The girl was the second child of healthy non-consanguineous German parents. Her older sister is healthy. Pregnancy, birth and postnatal development were normal. Myoclonic-astatic seizures started at 4 years of age. Henceforward symptoms progressed to severe pharmaco-resistant myoclonic epilepsy with series of bitemporal spike-waves on EEG and several seizures daily, progressive ataxia, deafness (hearing threshold of 65 dB SPL), and mental retardation (HAWIK IQ = 76 at the age of 9 years). Serum lactate (4.1 mmol/l, N<2.0) and alanine (0.60 mmol/l, N<0.48) concentrations were increased and a diagnostic muscle biopsy at the age of 9 years revealed the presence of ragged-red and COX-negative fibers (Figure 1B–F). At 14 years of age echocardiography and ECG were normal and cranial MRI revealed ex vacuo dilatation of the lateral ventricles and hippocampal sclerosis. Two years later she was found lifeless in bed and could not be resuscitated. Autopsy at 48 h post mortem, during which we were allowed to take small specimens (Table S1), did not discover any cardiac or pulmonary abnormalities, excluded asphyxia or aspiration, and finally status epilepticus during sleep was suspected as the cause of her death. As controls we used specimens of the same tissues from four previously healthy women (16 to 32 years), who had suffered fatal motor vehicle accidents. Additionally, we analyzed the segregation of the mutation and its mutation load in blood samples of different family members (Figure 1A).

Reduced neuronal density at the insular cerebral cortex

In our MERRF patient we found a reduction of neuronal density in the cortical layers IV, V, and VI of more than three times the SEM if compared to normal controls from the literature [11], [12]. The ratio between glial and neural cells (Figure 2B) was increased in the layers III and V (no reference data were available for cortical layer IV) suggesting a replacement of neurons by glial cells. However, the reduction in the number of cortical neurons was not as obvious as described in a review by Sparaco et al. (1993), which may be due to the much younger age of our patient in whom degenerative changes might just have begun [14].

Little variation between mutation loads of different tissues

The m.8344A→G mutation loads in the blood of family members and in the tissue biopsy specimens were determined by a highly accurate Pyrosequencing® assay. This real-time sequencing technology allows quantification of two mitochondrial alleles that differ at one nucleotide position with down to 1% heteroplasmy [15], [16]. In the blood of the patient we measured a mutation load of 96%. As the mutation loads in blood cells from the clinically unaffected relatives ranged from 0–93% (Figure 1A), we assume a critical threshold level for clinical manifestation in this family between 93–96% for the m.8344A→G mutation. This result confirms other studies that found mutation loads >90% in blood or muscles of MERRF patients with clinical or histochemical muscle abnormalities [17][19]. In a severely affected nephew of our patient (individual 4_1, Figure 1A), who had died also from status epilepticus at the age of 2 years, we even detected a mutation load of 100% ( = homoplasmy) in blood cells. Such a high mutation load had not been reported before and had originally been considered incompatible with life because COX-activities were extremely low in cultured myotubes with homoplasmy for the mutation [8]. Next, we determined the mutation loads in the 43 tissue samples of the index patient with the same Pyrosequencing® assay. The mutation loads were more or less evenly distributed between 89–100% (Table S1), without preference for a specific tissue type. Only liver and pancreas had lower mutation loads of 67 and 73%, respectively. Similar uniform distributions were described before [4][6], failing to explain the regionalized pathology of MERRF-syndrome.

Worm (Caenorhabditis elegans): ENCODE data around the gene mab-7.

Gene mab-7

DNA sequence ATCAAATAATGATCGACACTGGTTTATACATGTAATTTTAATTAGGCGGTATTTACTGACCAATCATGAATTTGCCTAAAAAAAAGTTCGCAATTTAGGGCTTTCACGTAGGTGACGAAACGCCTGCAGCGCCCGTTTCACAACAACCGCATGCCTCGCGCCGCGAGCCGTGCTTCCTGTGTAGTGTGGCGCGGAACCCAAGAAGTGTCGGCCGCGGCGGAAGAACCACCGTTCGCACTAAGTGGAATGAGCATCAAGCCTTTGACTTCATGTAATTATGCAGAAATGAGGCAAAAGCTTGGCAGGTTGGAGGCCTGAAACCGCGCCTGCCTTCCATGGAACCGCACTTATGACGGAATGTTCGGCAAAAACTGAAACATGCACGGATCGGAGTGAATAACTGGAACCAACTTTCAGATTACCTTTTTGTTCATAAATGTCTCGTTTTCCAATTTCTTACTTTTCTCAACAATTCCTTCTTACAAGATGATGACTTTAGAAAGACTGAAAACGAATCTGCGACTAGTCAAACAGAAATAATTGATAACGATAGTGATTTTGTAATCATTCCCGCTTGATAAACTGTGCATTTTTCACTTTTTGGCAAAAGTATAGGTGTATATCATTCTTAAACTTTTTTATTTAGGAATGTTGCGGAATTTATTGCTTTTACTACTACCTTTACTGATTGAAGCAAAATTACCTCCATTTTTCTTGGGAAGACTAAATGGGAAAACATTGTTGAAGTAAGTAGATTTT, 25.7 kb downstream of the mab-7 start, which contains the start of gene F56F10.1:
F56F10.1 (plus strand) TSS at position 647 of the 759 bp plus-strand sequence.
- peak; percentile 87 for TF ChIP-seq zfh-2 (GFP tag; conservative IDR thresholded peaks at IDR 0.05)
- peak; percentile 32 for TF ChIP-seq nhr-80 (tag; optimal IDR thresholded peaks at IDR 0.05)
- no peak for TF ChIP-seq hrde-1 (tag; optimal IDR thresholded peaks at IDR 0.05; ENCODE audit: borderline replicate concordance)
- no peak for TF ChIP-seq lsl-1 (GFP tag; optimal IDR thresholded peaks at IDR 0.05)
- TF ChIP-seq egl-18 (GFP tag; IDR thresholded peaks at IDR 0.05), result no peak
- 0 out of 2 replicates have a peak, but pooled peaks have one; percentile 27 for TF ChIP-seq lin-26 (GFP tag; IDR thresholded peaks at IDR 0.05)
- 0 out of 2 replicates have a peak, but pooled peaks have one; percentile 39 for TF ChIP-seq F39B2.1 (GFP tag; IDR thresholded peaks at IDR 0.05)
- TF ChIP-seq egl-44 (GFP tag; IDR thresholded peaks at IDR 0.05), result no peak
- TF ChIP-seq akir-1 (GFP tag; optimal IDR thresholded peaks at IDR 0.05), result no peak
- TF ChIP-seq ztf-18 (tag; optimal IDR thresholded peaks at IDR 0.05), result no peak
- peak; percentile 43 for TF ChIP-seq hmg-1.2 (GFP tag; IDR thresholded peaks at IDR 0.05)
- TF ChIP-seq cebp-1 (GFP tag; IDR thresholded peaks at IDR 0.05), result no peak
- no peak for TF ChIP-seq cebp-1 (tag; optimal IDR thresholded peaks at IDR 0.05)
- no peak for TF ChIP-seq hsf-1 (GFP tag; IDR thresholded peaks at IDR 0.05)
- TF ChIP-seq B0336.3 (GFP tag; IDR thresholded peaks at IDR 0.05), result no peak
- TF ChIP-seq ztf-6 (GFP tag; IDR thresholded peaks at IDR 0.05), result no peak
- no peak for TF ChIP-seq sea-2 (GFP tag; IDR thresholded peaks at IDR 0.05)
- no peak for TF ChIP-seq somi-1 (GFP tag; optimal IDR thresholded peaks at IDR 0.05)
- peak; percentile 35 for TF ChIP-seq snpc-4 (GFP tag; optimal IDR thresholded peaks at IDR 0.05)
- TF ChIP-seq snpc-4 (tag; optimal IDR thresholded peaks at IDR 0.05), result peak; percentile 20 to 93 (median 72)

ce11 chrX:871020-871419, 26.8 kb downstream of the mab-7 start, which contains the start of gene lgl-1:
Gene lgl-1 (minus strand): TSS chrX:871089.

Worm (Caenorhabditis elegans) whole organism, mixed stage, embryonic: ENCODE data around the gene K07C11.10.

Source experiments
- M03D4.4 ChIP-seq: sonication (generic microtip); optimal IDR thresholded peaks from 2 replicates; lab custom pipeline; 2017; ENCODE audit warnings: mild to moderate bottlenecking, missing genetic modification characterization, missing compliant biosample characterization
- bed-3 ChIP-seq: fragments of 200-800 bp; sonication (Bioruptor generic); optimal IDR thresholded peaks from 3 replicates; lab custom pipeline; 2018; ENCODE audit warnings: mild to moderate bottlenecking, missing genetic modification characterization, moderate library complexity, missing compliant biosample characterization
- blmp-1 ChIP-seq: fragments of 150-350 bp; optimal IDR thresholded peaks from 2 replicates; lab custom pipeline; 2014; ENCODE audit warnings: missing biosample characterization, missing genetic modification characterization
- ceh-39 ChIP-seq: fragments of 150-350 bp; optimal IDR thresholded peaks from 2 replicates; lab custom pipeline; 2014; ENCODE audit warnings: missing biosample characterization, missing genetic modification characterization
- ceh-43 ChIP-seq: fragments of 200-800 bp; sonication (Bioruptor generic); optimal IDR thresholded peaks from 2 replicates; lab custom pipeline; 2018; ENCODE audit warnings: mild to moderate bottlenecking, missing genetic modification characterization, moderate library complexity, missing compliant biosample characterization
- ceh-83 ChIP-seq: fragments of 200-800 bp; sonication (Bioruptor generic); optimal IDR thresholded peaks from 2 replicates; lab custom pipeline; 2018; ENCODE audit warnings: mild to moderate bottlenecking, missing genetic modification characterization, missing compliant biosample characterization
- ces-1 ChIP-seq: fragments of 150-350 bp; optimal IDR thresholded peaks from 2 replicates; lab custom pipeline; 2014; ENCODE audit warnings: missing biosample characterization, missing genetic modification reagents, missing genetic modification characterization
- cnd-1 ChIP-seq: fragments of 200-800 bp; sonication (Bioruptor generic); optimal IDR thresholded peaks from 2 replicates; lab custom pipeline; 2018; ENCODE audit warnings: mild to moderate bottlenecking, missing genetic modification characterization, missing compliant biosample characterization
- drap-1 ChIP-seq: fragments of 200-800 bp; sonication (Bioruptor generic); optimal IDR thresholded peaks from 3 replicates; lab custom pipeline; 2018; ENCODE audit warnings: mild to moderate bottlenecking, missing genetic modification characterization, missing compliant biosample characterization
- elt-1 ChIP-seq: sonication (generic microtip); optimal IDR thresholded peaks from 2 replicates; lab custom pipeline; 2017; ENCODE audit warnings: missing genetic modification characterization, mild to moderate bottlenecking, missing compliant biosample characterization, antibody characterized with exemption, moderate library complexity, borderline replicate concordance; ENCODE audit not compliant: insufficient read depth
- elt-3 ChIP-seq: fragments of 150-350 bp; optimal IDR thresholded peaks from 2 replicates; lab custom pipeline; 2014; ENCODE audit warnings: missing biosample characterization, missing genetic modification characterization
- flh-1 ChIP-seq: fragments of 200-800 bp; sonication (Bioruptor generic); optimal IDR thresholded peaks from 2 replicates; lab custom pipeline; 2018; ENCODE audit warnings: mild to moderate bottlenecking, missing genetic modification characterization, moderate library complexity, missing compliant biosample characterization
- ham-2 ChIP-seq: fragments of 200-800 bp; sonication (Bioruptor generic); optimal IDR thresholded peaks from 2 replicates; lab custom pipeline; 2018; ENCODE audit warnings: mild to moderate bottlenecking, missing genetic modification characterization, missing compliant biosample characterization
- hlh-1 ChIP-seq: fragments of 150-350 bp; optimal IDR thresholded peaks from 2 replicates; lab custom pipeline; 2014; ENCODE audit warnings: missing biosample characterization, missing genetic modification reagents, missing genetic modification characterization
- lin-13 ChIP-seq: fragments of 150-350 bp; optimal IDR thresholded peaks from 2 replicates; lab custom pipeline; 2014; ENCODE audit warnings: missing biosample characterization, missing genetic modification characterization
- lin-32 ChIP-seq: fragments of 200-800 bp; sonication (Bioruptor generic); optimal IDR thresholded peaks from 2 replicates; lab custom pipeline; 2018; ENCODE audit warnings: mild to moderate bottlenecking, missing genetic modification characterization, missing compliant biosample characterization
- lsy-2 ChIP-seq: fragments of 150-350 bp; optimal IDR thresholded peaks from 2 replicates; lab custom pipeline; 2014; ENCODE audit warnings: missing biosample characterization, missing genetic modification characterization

mtDNA copy numbers are preferably increased in the most affected tissues

As cells from different tissues vary considerably in their mtDNA content, we next investigated whether the remaining wildtype mtDNA molecules per cell might correlate with the regionalized symptoms. In order to calculate this figure we determined the mtDNA copies per cell for all tissues by quantitative real-time PCR (TaqMan®) of the mitochondrial encoded MTND1 gene (NADH:ubiquinone oxidoreductase, subunit ND1) versus the single copy nuclear MMP1 gene (Matrix metalloproteinase 1). MtDNA copy numbers were increased between 3–7 fold in those tissues of the patient that were predominantly affected by the MERRF-mutation (hippocampus, cortex, striatum and skeletal muscle), but not in other tissues such as heart, lung, liver or intestinal organs (Figure 3A). Using the mtDNA copy numbers and the mutation load for each tissue we calculated the number of residual wildtype mtDNA copies per cell. There, the highly affected tissues still had the highest remaining absolute numbers of wildtype mtDNA copies per cell (Figures S1 and S2).